A terrorist the U.S. believed helped orchestrate the deadly bombing of the USS Cole in 2000, was reportedly killed in a U.S. airstrike in Yemen Tuesday, according to Capt. Bill Urban, a Central Command spokesperson.
Jamel Ahmed Mohammed Ali Al-Badawi was a longtime al-Qaida operative who was on the FBI’s list of most wanted terrorists. He was reportedly driving alone in a vehicle when death and eternal judgement rained down from the sky.
Officials told CNN that the airstrike was the result of a combined effort by U.S. military and intelligence agencies.
The guided-missile destroyer Cole was docked in Yemen on Oct. 12, 2000, for a standard refueling stop when a small boat filled with explosives came alongside the destroyer.
The explosion ripped a 40-by-60-foot gash into the ship’s side, killing 17 service members and wounding an additional 39.
Estimates claim that between 400 and 700 pounds of explosives were employed.
“Yemeni authorities took Al-Badawi into custody in December 2000 for his part in the attack.”
“In 2003, a grand jury indicted Al-Badawi with 50 counts of various terrorism charges, including the murder of U.S. nationals and military personnel. He was also charged with attempting to attack a U.S. Navy vessel in January 2000.
“Al-Badawi was later convicted of plotting, preparing and helping carry out the attack on the USS Cole. He was sentenced to death but his sentence was later reduced to 15 years in prison, the Associated Press reported.
“Al-Badawi, who was listed on the FBI’s most wanted terrorists list, escaped from prison in 2003 and was recaptured more than a year later. He managed to escape a second time in February 2006, according to the FBI.”
At one time, the State Department’s Rewards for Justice offered up to a $5 million for information leading to his apprehension.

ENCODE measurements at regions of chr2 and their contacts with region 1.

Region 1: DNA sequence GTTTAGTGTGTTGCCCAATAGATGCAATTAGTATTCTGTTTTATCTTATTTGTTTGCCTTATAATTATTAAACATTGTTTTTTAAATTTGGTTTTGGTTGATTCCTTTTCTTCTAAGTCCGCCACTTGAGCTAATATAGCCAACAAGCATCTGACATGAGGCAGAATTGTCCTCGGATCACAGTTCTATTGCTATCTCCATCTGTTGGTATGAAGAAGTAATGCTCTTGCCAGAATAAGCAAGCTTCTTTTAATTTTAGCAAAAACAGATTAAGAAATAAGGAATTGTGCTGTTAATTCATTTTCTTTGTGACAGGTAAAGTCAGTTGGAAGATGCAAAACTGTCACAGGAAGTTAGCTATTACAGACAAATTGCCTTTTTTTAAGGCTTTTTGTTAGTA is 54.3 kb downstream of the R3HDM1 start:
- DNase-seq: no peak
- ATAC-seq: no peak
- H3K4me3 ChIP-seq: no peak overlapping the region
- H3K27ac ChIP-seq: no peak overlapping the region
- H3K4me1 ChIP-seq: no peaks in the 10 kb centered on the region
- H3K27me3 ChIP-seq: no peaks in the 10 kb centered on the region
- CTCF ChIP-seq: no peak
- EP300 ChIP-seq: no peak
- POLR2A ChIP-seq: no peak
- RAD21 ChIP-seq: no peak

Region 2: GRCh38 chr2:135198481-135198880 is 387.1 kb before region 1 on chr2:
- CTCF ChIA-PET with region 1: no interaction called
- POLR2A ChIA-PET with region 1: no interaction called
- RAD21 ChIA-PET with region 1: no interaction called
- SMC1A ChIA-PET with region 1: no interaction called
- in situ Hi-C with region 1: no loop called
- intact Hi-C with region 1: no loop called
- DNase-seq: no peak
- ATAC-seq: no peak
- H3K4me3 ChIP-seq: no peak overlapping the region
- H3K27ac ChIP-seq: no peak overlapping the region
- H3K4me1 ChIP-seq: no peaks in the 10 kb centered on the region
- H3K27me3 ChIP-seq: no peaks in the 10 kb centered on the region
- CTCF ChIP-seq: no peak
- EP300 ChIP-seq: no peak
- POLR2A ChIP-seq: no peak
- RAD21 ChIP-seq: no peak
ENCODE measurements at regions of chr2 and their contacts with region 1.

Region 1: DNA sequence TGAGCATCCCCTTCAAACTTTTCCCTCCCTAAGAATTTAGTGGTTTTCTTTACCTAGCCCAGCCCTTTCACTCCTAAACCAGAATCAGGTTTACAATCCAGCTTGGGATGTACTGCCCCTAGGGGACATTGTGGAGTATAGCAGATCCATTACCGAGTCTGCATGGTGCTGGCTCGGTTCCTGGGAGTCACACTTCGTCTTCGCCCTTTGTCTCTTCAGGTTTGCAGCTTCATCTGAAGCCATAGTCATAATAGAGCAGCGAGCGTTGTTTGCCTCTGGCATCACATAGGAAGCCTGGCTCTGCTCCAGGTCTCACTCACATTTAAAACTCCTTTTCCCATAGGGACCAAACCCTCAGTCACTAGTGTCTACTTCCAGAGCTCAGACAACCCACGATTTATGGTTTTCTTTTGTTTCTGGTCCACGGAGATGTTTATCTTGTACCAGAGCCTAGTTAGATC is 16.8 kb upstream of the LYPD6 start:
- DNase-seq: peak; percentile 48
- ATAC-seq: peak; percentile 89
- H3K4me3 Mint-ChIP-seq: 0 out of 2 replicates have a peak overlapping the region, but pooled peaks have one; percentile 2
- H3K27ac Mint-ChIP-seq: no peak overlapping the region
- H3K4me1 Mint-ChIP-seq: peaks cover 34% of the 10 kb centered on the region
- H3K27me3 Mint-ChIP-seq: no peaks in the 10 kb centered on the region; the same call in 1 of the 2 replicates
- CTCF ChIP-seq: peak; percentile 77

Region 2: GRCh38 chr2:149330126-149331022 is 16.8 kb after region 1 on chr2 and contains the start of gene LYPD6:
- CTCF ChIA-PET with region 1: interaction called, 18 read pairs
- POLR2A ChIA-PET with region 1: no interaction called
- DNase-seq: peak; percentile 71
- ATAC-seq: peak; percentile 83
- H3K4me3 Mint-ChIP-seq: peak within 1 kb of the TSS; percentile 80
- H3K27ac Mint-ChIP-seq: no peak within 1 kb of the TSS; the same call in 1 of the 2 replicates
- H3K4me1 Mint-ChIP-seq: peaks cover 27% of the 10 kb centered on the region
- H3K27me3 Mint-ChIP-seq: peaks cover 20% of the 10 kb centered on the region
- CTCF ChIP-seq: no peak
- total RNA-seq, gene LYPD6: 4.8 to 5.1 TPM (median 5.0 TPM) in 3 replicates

After the deadly attack, Fleet Forces made significant changes in protocol and safety.
Capt. Sam McCormick, the anti-terrorism/force protection officer for Fleet Forces Command at the time, reported to the Military Times on the ten year anniversary of the attack.
“Doctrine, organization, materiel, logistics, facilities and personnel requirements have been modified and training had been ‘totally revamped,’ he said.
‘Ships in port began employing protective zones, security barriers and harbor security patrols. High-value units are escorted in and out of port, often by the Coast Guard, which has law enforcement capability.’
Plus, the rules of engagement around the world were “thoroughly reviewed and amended as appropriate,” McCormick said.
“One of the biggest pieces that came out of the attack on the Cole was truly a mindset change in the Navy,” McCormick said. “When you have a successful attack in which, tragically, 17 sailors were killed and a billion-dollar warship was significantly damaged, that changes the psyche of the Navy.”
And, these changes were just the tip of the iceberg.
Many people are extremely glad that a man who was responsible for the deaths of Americans has finally been sent to the afterlife, where most agree, he will face judgement for his vile, evil actions.
Others wonder why it took so long to catch up with this terrorist and suppose Obama’s and Clinton’s lackadaisical attitudes toward the ‘Arab Spring’ and allowing ISIS to gain massive territories had a role in allowing this man to escape justice for so long.